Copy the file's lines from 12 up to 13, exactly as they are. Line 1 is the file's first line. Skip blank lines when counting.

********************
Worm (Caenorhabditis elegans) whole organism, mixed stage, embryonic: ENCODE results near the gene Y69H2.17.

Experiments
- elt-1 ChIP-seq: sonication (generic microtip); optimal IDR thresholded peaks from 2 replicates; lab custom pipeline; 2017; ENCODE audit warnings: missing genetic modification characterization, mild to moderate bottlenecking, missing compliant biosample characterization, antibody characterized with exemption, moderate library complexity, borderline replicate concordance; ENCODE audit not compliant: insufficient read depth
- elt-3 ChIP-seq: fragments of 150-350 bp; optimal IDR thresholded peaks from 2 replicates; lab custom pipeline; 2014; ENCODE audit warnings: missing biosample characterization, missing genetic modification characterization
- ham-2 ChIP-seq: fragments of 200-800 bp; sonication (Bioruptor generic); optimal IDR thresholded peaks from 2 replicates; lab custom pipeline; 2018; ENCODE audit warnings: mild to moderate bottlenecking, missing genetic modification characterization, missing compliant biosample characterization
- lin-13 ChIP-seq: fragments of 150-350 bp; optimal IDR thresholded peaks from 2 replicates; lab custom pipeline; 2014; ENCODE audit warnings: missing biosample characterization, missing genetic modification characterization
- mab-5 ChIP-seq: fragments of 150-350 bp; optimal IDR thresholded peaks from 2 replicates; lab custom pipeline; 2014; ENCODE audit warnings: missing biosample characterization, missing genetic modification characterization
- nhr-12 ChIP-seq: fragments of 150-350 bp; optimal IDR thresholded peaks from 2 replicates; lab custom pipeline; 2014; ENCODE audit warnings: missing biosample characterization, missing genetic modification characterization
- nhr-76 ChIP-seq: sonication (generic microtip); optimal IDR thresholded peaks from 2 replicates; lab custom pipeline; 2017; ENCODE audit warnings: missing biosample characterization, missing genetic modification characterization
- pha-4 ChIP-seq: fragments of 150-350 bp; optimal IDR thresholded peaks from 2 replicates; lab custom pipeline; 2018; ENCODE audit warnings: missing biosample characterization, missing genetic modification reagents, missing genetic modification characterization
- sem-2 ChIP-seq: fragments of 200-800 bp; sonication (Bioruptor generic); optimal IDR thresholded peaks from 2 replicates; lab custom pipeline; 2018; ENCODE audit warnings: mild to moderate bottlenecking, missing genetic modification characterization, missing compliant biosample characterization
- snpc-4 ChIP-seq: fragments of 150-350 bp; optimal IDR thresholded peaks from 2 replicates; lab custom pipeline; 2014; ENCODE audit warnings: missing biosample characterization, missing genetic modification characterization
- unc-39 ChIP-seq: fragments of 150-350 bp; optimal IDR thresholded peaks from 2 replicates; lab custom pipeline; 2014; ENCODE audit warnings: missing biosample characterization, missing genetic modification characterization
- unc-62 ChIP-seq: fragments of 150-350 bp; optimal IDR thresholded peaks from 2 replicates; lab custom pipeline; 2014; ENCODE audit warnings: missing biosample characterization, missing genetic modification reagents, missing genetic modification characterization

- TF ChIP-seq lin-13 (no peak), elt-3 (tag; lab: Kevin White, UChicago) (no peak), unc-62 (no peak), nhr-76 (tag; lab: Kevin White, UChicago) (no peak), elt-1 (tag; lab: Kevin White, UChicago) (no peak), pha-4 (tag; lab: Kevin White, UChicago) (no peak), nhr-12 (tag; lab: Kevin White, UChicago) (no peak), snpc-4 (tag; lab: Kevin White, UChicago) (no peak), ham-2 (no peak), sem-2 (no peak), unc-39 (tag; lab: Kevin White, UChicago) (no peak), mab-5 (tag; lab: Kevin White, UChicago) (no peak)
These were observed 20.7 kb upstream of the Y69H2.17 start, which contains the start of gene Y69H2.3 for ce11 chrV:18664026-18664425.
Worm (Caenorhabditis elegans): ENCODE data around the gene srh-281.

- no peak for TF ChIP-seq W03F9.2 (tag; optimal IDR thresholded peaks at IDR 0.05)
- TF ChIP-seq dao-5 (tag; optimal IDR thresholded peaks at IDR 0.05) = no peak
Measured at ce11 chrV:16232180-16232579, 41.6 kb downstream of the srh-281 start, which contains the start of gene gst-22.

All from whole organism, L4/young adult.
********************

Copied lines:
- snpc-4 ChIP-seq: fragments of 150-350 bp; optimal IDR thresholded peaks from 2 replicates; lab custom pipeline; 2014; ENCODE audit warnings: missing biosample characterization, missing genetic modification characterization
- unc-39 ChIP-seq: fragments of 150-350 bp; optimal IDR thresholded peaks from 2 replicates; lab custom pipeline; 2014; ENCODE audit warnings: missing biosample characterization, missing genetic modification characterization